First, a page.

________________ CM . . . . Volume VI Number 15 . . . . March 31, 2000

cover The Bone Talker.

Shelley A. Leedahl. Illustrated by Bill Slavin.
Red Deer, AB: Red Deer Press, 1999.
32 pp., cloth, $17.95.
ISBN 0-88995-214-0.

Kindergarten-grade 3 / Ages 5-8.
Review by Alison Mews.

*** /4


Not so very long ago or far away lived an old woman whose life had wound down like a clock. Gone were the tick and tock of her youth, when she'd steered a raft down a roaring river and climbed the long arms of the trees. Now she creaked when she hobbled across the room.

She'd felt the passing of many seasons in her knees and had stopped marking the moons since her hair had spun into a white mist. Now the old woman talked to her bones as if they were her children, who also were old and scattered like dandelion seeds across the land.

"Shhh, shhh," she whispered when her bones began telling stories."Give an old woman some peace."

image In evocative prose, Leedahl relates the attempts of one prairie community to reach out to a reclusive woman who has become overburdened by the weight of her years. In order to entice her back into society, the neighbours bring delectable goodies, boisterous music and visual delights. Sadly, all overtures are ignored, but, as time passes and there is no change, they try again. This time, one small child is able to penetrate the gloom with two bright pieces of cloth and a request that she sew them together. Soon neighbours from far and wide are bringing scraps of cloth and "patches of memory" to the old woman who sews a fantastic quilt, regaining vitality with every piece added. When the quilt fills the house, she waltzes it out the door where it spreads across the countryside and forms the prairie landscape as seen from above.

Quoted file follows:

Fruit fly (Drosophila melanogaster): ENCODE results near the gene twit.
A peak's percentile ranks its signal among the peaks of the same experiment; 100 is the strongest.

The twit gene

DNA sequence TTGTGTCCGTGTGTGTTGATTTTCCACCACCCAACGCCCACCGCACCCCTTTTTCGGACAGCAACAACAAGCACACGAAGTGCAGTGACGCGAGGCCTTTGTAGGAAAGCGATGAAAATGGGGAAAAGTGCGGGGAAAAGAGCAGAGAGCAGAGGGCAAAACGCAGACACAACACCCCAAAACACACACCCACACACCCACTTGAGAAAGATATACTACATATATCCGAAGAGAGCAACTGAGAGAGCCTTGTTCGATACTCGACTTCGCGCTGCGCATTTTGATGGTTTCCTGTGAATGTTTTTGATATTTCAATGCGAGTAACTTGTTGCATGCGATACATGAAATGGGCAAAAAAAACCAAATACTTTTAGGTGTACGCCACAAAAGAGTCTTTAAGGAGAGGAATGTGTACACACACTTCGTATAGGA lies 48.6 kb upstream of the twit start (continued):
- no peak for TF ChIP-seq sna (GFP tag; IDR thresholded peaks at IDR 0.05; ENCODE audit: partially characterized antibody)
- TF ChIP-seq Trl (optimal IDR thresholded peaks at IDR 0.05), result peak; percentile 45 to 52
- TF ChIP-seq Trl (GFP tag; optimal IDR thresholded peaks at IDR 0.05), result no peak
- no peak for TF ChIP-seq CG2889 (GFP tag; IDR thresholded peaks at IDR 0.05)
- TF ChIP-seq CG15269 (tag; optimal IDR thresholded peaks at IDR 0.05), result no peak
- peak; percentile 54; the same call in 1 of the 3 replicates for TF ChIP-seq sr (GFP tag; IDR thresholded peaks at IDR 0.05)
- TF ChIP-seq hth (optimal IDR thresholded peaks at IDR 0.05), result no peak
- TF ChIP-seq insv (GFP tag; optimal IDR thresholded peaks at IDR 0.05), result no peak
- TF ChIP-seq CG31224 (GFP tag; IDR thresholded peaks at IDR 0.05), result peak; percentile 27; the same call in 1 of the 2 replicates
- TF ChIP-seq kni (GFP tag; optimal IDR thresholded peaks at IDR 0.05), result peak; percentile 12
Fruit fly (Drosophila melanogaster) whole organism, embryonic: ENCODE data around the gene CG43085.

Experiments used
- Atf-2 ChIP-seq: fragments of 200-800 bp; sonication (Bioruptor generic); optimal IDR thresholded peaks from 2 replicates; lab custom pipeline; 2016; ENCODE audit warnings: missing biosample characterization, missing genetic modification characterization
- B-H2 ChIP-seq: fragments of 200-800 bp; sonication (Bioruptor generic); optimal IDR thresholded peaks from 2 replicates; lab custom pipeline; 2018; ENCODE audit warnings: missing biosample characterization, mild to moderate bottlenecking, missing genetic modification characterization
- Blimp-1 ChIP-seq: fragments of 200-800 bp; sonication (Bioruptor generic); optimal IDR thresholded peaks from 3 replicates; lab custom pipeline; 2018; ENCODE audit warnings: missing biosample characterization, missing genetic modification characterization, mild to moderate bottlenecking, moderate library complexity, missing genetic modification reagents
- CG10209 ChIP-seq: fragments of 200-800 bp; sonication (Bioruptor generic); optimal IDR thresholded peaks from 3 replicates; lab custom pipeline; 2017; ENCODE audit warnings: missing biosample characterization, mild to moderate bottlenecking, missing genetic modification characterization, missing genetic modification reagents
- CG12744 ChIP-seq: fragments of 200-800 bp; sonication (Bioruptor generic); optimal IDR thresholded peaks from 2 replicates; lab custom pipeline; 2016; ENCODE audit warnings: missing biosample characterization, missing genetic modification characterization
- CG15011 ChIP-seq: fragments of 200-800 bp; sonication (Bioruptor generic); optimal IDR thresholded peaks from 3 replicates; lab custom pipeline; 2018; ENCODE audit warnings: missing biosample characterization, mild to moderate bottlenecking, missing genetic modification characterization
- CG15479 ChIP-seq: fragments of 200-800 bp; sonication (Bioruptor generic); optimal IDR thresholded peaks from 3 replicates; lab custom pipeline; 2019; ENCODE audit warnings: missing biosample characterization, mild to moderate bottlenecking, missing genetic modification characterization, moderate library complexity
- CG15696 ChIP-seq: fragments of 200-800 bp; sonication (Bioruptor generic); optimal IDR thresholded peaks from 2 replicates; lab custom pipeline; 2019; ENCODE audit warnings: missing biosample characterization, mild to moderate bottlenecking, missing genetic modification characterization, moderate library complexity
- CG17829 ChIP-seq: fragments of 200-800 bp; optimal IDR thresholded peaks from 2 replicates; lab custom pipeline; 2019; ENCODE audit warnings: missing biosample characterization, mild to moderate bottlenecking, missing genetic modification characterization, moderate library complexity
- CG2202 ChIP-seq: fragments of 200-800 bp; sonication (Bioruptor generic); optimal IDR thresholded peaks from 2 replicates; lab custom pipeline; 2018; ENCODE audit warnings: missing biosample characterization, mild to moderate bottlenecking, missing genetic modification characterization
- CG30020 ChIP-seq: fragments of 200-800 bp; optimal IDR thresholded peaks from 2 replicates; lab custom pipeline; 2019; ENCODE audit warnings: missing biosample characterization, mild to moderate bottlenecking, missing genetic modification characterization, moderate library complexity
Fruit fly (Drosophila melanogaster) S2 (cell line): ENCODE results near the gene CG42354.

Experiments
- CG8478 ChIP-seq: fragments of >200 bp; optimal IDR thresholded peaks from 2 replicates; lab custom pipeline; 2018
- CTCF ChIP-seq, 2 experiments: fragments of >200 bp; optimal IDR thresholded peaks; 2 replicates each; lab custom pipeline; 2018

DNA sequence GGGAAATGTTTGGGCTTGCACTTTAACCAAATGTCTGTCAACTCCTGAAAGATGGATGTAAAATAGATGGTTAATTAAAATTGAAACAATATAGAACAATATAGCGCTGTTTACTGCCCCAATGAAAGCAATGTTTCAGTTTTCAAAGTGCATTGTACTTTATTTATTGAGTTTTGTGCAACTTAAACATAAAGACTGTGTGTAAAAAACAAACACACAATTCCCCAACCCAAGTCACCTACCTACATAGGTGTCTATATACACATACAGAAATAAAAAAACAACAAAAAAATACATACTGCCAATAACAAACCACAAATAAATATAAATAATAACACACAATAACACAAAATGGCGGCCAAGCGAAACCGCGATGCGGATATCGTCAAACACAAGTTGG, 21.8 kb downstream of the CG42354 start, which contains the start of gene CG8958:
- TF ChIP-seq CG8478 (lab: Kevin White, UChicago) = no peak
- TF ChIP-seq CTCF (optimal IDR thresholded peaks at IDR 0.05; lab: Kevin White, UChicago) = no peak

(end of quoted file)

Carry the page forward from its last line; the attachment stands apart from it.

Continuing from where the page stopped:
In a departure from his other picture books, Bill Slavin has created folksy, earthy illustrations that match the text perfectly. Using a deep palette of prairie colours, particularly blues and browns, he has imbued his whimsical figures with a textured, rugged charm. The sense of caring and community is well-developed, and the intergenerational message is gently delivered. It was unfortunate that the designer chose to use a tiny font for all but the first lines of each page, a choice which makes reading aloud difficult, and this book begs to be shared aloud. Also, the practice of lightening the background behind the text to make it more legible on coloured pages was not followed consistently. Otherwise, this is a wonderful book to commemorate the International Year of the Older Person.


Alison Mews is the Director of the Curriculum Materials Centre at the Faculty of Education, Memorial University of Newfoundland in St. John's, NF.

To comment on this title or this review, send mail to cm@umanitoba.ca.

Copyright © the Manitoba Library Association. Reproduction for personal use is permitted only if this copyright notice is maintained. Any other reproduction is prohibited without permission.

Published by
The Manitoba Library Association
ISSN 1201-9364